Monday, August 17, 2009

Coaching by Committee and the Wisdom of Crowds

There is a trend in professional tennis toward an entourage of coaches rather than a single coach. This approach is epitomized by Andy Murray, who has become far more successful after dumping the well-respected Brad Gilbert in 2007 for a team of coaches. I believe the concept of having a single "coach" doesn't actually make much sense in tennis, but has just been passed on from other sports.

The position of coach for a professional tennis player is unusual. Unlike team sports, which require centralized authority to govern the team, tennis coaches don't "call the play" or make any decisions for the player during a match. In fact, "coaching" - defined in the ATP rulebook as "communications of any kind, audible or visible, between a player and a coach" - is prohibited during ATP play. (In reality, general words of encouragement from a coach are tolerated as long the coach does not attempt to impart any technical or tactical wisdom during the match.)

I believe the work of tennis coach primarily includes the following services:

1. Source of confidence and motivation
2. Strategic advisor - both generally and against particular opponents
3. Diagnosing and repairing technical flaws
4. Physical trainer
5. Hitting partner

These tasks are mildly related, but each can easily be outsourced to a specialist. It would be surprising if it were optimal for a single coach to handle all of these tasks.

Confidence and motivation is probably the most important and might best suited to a family member, which might explain why so many successful players have a parent, uncle, girlfriend, brother, etc. as a coach. It would also be confidence-inspiring to have a group of experts advising you.

I have often wondered how valuable a coach actually is as a strategic advisor. On the surface, it would appear to be the primary purpose of a coach and hugely important to observe how the player is actually winning and losing matches and describe the big picture to the player; Andre Agassi claims that Brad Gilbert had a significant positive influence on his game because Brad explained what made him feel uncomfortable when he played Agassi and helped Agassi feel what his opponent feels. (Indeed, a tragic aspect of tennis is that you will never know what it feels like to hit against yourself and experience how heavy your forehand feels or how difficult your serve really is to return)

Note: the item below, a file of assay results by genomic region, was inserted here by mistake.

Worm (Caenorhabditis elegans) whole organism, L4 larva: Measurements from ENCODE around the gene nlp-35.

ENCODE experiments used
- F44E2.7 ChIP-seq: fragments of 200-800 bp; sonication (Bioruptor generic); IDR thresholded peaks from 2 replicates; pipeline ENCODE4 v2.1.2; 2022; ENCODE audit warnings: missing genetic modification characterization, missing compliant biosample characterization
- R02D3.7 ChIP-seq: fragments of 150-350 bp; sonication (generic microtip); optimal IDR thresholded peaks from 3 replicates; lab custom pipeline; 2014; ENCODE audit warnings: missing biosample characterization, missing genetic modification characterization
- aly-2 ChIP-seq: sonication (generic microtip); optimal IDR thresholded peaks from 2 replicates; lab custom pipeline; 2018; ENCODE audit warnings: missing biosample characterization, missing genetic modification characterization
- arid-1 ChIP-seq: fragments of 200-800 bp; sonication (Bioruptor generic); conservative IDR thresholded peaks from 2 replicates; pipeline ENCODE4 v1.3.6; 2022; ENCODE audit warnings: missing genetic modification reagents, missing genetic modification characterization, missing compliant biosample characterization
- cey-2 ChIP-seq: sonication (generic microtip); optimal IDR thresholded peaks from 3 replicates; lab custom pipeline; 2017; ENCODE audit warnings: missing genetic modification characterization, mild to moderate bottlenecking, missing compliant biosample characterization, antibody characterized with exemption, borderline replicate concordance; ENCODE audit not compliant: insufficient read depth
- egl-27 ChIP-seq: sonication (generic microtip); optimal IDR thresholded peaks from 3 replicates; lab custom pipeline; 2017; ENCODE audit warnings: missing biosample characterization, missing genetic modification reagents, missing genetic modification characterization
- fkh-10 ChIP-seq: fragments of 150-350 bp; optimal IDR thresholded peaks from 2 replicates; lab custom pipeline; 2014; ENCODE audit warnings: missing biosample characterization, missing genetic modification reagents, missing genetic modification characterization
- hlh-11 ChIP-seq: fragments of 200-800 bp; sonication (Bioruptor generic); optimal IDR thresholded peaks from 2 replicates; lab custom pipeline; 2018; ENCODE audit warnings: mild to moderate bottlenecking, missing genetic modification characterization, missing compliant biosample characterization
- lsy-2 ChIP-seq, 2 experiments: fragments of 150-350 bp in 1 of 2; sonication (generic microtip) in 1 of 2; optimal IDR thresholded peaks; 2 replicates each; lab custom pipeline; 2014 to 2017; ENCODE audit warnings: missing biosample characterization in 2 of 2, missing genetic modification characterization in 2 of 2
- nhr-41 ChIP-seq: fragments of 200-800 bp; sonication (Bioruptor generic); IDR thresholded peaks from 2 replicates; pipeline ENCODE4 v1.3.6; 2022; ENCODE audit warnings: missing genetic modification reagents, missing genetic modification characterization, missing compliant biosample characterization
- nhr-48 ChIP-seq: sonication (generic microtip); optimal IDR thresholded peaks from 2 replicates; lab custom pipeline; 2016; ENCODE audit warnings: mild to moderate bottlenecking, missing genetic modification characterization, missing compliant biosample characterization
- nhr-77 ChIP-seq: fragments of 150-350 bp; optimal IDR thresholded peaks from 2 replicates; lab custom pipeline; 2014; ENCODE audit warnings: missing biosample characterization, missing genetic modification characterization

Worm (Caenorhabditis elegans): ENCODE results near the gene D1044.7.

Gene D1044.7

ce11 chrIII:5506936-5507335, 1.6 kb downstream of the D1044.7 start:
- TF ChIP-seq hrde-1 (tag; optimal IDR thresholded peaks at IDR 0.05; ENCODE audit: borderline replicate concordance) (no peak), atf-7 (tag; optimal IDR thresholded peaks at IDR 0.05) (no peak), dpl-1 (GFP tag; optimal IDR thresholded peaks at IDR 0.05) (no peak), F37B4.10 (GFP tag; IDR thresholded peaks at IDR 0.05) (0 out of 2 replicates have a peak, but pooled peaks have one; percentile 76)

On the other hand, the best tennis is played by intuition. Your mind keeps track of the points you have won and lost and it usually knows what you need to do to win. Consciously hitting a shot against your instincts in a match is often a mistake. I think conscious strategy is really only effective if it is very simple, like "keep the ball away from Federer's forehand," and a player doesn't need a brilliant tactical coach to come up with such a strategy.

It's probably more important for players to be confident that they have a winning strategy than to actually have one, so it would make sense to use a former great player or noted tactician as the "strategy" coach. Better yet, the player can employ the wisdom of crowds and receive counsel from a strategy committee, which would be more likely to produce the best strategy and inspire its own kind of confidence.

A tour player usually will not make much progress correcting technical flaws. By the time players turn professional, they have had so much court time that the marginal benefit of working on a particular stroke is usually insignificant. A notable exception is Nadal, who has obviously improved his serve and backhand in the last few years. But, I suspect that he has done this with endless hours of practice rather than any tips from Uncle Toni. Players who want to improve a particular stroke should seek out a specialist on the particular stoke (such as Mark Woodforde for volleys), or a group of specialists.

The role of physical trainer is usually already outsourced to a specialist, as it should be. As for hitting partner, there's no reason why players should be wasting their time hitting with their coaches. Players should be hitting with a fellow pro or with a player with a particular style they would like to master (Federer, for instance, has been known to pay the travel expenses of a lefty who hits with a lot of topspin for a hitting partner).

In almost every case, the services provided by a tennis coach would be more reliable if provided by a group of experts. Darren Cahill, Brad Gilbert, and Patrick Macenroe, when speaking as commentators, don't always agree on the approach that the player should take, but when they agree you can be almost certain that they are correct.